Writing A Comic Strip
With 3 Panels (or Less!)

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Writing a comic strip with 3 panels is easy if you understand what it takes to make it successful! A one panel comic strip requires more work to do, but it's usually more rewarding when you manage to nail it right! 

A two panels comic strip is probably the hardest one to create. It's not a one line punch and you can't work around your story in a 3 steps manner.

Writing a comic strip with three panels is a little easier to achieve. You can establish your characters a little more and work with your text more easily. Let's take at look a all three options and see what are the pros and cons of each of them.

One panel:

writing a comic strip

A one panel comic strip is a simple punch line. You don't know what happened before and of course, you don't see what will happen after. But if the text is well-written, the reader will have no trouble figuring out these issues.

In this example, the reader knows that the penguin on the left spent some time building a few snowman. And that he probably did so all alone. 

The reader is also able to figure out that the penguin on the right was just arriving when the other penguin said his line (I hate being alone).

Writing a comic strip with one panel is simply the ability for the cartoonist to extract a funny line from a situation. 

He also needs to make sure that all the visual elements that could help the reader guest what happened before (and sometimes after) this particular event are visible in the panel.

If you are able to do so, then your one panel strip will be effective and easy to understand for your readers!

Two panels:

writing a comic strip

Writing a comic strip with two panels is a little more difficult to create. In fact, in my honest opinion, it's probably the most difficult one out of the three to build.

Like the one panel strip, you need to extract the perfect one line punch from a situation. But you also need to show the previous line that was said by one of the characters.

And this line needs to be relevant! In this example, the first panel is informing the reader that these penguins are probably not aware of the danger associated with propane. 

The second panel is simple the result of what the penguin on the left guessed in the first panel (that you need to combine fire and propane to cook stuff)

The reader is now realizing that these penguins had the right information, but not the right method to achieved their goal!

But the important question for this two panels strip is: why isn't it a three panel one? Why did I choose NOT to show the reader what happened between these two panels (like the explosion, for example).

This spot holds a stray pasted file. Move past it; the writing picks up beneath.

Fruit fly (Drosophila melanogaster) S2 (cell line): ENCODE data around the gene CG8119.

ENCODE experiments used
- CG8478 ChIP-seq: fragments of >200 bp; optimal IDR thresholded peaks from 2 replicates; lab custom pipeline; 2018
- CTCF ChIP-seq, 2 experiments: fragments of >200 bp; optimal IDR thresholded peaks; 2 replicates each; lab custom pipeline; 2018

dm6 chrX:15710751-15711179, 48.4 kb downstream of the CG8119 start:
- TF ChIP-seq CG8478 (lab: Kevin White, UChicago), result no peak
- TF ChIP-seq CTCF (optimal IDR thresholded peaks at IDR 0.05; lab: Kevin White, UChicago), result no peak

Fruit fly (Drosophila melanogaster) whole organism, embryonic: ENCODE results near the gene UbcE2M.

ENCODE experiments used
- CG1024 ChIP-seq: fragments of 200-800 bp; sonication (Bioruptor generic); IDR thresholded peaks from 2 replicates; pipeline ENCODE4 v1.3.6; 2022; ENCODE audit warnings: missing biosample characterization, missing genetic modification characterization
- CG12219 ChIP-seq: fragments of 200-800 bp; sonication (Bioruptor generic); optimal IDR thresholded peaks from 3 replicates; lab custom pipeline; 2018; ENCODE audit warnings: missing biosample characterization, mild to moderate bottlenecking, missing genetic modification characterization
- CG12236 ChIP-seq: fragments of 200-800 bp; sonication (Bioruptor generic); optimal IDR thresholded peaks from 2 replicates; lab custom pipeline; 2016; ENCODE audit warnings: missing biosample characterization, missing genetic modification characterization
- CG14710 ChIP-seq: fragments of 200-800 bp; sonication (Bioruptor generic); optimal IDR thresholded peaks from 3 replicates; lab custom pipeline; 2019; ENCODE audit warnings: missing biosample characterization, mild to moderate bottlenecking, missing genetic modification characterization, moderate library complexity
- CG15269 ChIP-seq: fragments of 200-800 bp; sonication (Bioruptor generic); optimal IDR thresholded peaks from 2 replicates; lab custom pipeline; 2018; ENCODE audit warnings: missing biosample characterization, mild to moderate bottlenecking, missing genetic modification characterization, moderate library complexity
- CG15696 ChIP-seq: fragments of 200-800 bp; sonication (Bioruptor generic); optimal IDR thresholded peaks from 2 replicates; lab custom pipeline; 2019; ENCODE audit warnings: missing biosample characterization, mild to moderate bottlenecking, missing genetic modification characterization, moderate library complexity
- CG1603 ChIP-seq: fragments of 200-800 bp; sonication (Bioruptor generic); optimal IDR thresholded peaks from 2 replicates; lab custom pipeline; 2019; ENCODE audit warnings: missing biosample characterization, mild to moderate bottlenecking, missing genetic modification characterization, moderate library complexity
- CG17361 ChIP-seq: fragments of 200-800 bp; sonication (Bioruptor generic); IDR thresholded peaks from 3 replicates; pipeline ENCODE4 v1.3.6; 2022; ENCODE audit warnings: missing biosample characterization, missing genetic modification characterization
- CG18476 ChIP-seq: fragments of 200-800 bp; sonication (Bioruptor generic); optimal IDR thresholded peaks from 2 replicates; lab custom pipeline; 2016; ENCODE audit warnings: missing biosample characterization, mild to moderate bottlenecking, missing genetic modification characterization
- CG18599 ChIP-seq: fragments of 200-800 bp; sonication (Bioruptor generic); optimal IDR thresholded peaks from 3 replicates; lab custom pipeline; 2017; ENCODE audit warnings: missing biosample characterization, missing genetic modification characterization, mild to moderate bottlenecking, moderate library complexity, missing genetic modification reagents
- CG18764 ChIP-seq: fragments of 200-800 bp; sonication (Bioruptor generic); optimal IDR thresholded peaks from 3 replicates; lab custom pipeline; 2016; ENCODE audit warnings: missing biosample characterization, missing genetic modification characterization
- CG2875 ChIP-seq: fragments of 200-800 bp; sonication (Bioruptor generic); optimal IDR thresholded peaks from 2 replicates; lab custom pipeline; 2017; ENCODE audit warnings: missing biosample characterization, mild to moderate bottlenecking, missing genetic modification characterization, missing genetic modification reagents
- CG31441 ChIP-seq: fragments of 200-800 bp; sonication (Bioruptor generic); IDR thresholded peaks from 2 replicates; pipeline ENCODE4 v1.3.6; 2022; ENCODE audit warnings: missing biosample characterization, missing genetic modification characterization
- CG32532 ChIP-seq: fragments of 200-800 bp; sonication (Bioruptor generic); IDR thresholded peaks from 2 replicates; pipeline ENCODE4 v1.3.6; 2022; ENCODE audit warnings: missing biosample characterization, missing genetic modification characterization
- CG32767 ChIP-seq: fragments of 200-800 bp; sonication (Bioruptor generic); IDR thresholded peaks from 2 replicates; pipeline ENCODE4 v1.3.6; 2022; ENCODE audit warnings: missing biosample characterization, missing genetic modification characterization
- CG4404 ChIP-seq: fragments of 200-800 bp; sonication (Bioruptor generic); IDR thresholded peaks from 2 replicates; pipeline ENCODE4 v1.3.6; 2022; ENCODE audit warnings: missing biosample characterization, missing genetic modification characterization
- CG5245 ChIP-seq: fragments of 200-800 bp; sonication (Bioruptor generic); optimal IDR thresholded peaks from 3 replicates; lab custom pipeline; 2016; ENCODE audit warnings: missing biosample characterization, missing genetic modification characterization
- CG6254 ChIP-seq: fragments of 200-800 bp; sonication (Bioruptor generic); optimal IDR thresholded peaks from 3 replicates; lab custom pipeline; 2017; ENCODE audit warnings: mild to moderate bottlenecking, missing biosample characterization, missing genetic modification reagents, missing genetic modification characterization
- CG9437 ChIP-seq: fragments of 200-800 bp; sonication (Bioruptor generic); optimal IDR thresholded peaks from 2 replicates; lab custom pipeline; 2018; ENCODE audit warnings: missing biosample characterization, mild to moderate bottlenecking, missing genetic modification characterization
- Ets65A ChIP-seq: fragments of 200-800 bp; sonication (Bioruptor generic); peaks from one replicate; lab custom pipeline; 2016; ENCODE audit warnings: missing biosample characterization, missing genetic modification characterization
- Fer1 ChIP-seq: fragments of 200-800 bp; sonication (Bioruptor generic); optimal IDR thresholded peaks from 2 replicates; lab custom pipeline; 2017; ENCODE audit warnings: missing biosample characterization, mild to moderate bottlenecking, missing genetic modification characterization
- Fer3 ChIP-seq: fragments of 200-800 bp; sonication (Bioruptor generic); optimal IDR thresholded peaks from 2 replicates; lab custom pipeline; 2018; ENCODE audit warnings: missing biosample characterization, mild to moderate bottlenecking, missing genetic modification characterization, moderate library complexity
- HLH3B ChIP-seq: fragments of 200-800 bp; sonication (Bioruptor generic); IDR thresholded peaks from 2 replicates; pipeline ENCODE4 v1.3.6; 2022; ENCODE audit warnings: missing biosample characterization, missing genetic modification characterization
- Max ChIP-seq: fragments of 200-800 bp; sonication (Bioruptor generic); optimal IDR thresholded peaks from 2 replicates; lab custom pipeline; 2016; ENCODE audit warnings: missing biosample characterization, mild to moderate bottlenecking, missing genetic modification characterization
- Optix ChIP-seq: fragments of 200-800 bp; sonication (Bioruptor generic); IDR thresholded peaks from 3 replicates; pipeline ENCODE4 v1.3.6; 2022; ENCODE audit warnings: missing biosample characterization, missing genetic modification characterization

Well, the answer is simply that it's funnier this way. The reader needs to use his imagination to figure out what happened in this "invisible" panel.

And the strip is more straight to the point this way. Seeing the explosion or not doesn't bring more information to the reader. So in a way, it's totally useless to see it!

Three panels:

writing a comic strip

A three panels comic strip is the easiest one to create. You can establish your characters and work with your text more easily.

You still need to be able to extract the perfect line to create a good ending, but you have more flexibility to reach this perfect ending. 

However, I decided to choose a special example to illustrate my point. In this comic strip, you'll notice that the panel in the middle is empty.

No text, no action, just the character standing and staring at the sky. But why on earth did I make a three panels comic strip out of it? Why not using two panels instead?

In this example, in order for it to work, the character needs to have a pause, a break. Imagine that there is no middle strip. Would it be as efficient? Probably not. Because the text is simple and calling for it (and the next day....).

Does it mean that the action on the third strip is happening a day later? No! It simply means that the character is making a pause between his two lines... he is in the process of thinking about what he's gonna say next.

And since he is deeply thinking about what is gonna say next, the fact that this final line is so obvious and simple IS what makes this panel so funny!

So there you have it! Writing a comic strip with 1, 2 or 3 panels isn't really difficult. You just need to know how to use them efficiently!

Have fun!


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